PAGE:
Transportation Alternatives is badass. They are going after all the agencies that aren’t taking pedestrian rights seriously. They are trying to get more safety, more public space, more safety cameras, higher infraction violations for motorists that break traffic rules, etc.

Noel Mickelberry from Oregon Walks ended the conversation by announcing that they too have launched a new webpage: OurHealthyStreets.Org/VisionZero

Breakout Session 1
Walking in the Street: Grappling with the Complexity of Equity and Walkability
Active transportation infrastructure investments are not distrubuted equatably. In urban, suburban and rural areas, those with the least means and fewest transportation options often live admidst the most hostile walking environments. Though the situation is evident, the problem is complex and solutions are evasive. How do our investment choices, housing policies and societal mores reinfoce this inequity and what can be done to redress it? This roundtable session will enable a multidisciplinary conversation about walkability and equity in all its complexity.

Moderator: Kenny Asher, Community Development Director, City of Tigard
Participants
Justin Buri, Executive Director, Community Alliance of Tenants Dana Dickman, Transportation Planner, Alta Planning + Design
Sheila Greenlaw-Fink, Executive Director, Community Partners for Affordable Housing
Mee Seon Kwon, Center for Intercultural Organizing
Noel Mickelberry, Executive Director, Oregon Walks
Dick Schouten, Washington County Commissioner
Bandana Shrestha, Community Engagement Director, AARP
Ellen Vanderslice, Walking Advocate, retired PBOT Capital Projected Manager, AIA

Kenny Asher from the City of Tigard opened with a conversation on equity and diversity. He mentioned how the struggle was just as much of our grandparent’s world as it is ours which means that we have a problem here. If you think it’s impossible to make a difference by yourself, just remember Julia Butterfly Hill, whom in Humboldt County during a despite with the lumber company in 1997 ended up living in a 1000 year old redwood for two years to save it from getting cut down. As a side note, I just read that it was vandalized a year later after the lumber company and Hill came to an agreement. Which means to me that everything you put effort to just goes to shit and you can’t have nice things. . . I digress.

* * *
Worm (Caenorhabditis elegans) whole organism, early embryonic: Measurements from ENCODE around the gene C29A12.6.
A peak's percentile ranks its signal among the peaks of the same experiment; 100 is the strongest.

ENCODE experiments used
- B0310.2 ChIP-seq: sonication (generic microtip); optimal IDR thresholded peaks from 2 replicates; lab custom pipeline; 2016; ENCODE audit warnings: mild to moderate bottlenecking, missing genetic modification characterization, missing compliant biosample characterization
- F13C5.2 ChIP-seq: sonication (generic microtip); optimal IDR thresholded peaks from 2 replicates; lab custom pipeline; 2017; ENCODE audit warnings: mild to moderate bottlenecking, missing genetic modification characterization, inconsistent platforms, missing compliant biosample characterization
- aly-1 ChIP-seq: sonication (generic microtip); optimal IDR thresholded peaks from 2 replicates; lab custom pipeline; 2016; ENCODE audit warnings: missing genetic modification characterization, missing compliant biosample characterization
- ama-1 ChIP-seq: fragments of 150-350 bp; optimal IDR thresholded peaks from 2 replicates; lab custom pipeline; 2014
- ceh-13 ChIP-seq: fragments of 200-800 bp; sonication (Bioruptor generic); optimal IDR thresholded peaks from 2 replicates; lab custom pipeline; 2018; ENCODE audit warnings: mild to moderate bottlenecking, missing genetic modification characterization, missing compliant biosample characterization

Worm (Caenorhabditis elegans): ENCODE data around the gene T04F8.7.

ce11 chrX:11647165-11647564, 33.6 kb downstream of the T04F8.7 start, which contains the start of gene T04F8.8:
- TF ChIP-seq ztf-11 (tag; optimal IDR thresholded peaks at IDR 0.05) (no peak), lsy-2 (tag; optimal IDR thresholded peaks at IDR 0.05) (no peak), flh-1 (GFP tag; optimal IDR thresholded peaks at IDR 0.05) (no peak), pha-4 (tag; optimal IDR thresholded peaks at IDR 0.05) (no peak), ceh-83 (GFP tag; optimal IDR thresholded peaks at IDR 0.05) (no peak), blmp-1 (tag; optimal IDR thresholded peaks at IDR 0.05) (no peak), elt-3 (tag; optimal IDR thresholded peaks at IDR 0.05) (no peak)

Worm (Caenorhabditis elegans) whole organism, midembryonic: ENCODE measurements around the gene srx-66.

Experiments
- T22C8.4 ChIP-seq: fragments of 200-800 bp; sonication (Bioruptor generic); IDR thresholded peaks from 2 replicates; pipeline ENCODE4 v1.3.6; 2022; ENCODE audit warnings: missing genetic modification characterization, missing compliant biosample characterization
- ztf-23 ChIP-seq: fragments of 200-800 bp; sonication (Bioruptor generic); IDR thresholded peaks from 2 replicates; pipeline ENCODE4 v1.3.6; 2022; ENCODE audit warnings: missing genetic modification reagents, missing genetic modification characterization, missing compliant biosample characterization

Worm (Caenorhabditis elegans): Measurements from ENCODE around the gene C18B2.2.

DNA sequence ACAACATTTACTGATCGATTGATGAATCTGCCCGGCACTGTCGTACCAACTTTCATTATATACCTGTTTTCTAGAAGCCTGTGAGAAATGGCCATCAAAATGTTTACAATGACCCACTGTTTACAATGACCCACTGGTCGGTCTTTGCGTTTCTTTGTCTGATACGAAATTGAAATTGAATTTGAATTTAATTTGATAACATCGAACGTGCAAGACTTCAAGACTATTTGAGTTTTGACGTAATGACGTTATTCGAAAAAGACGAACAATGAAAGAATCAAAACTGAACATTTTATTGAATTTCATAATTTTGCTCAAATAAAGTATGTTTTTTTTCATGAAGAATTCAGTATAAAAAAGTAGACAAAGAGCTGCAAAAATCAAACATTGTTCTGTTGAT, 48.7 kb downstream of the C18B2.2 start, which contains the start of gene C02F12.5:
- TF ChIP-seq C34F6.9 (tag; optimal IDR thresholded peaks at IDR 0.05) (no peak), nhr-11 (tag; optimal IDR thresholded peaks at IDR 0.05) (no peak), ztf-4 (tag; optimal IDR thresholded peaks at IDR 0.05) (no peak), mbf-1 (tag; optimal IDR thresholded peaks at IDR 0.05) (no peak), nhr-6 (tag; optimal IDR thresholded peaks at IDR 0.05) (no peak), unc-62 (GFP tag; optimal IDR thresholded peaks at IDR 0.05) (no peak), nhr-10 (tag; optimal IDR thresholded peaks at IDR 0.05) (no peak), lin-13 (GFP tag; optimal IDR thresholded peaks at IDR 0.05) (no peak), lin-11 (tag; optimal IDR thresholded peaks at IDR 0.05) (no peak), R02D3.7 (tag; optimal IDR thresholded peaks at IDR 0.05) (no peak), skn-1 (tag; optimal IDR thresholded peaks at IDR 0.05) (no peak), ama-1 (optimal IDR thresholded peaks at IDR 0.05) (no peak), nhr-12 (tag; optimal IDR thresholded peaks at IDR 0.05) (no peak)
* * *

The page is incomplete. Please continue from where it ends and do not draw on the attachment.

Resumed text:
KODAK Digital Still CameraTigard is a very suburban city. The kind that many families strive for in many ways. They have over 50k people that mostly drive. They also love their trees and are considered a “Tree City USA.” They have Pacific Highway which also carries over 50k cars daily. They have a pretty thorough trail and multi-use system that runs through the city. You can get to places like the library if you want to risk crossing Hall Blvd, which is historically unsafe for pedestrians. When going around town, you might see people walking their dogs in subdivisions but in regular areas you don’t really see people walking. You see people waiting for buses and that kind of stuff, but not walking for the fun of it. Many of the streets that were laid 30 – 60 years ago are populated by lower income and minority groups are difficult to access and have no infrastructure. Mr. Asher states that they can’t feasibly build sidewalks everywhere. If they were to just build sidewalks on one side of the road everywhere that there were none in Tigard, it would take them about 47 years.

To me, it tells me that it can be done. And that he just gave a timeline for it. I fail to see the problem. Maybe I’m just an optimist.

(Excuse me, my notes got a little choppy here. I used my ipad to type instead of paper. Trying to change my habits and reduce paper consumption where I can. So, I may not attribute things to who said them during this breakout session.)

I wanted to give you a ton of information that you might like. I’m pretty wonky, though. So what kind of gift can I give you? I know! How about Trimet’s 2013 ‘Title V1 Report of the Tri-County Metropolition Transportation District of Oregon’ (255 pages)?? Just thinking about that makes me weak in the knees. In it are charts of “Limited English Proficiency” areas as well as graphs of minority usage etc. I’ll compliment that with Metro’s 2012 Title V1 ‘Limited English Proficiency Plan‘ subtitled aptly ‘Metro’s LEP Plan Needs Assessment and Implementation Plan‘ – BEST. SUBNAME. EVER. (Coalition for a Livable Future also has some stellar information!)

Brought to you by the Department of Redundancy Department.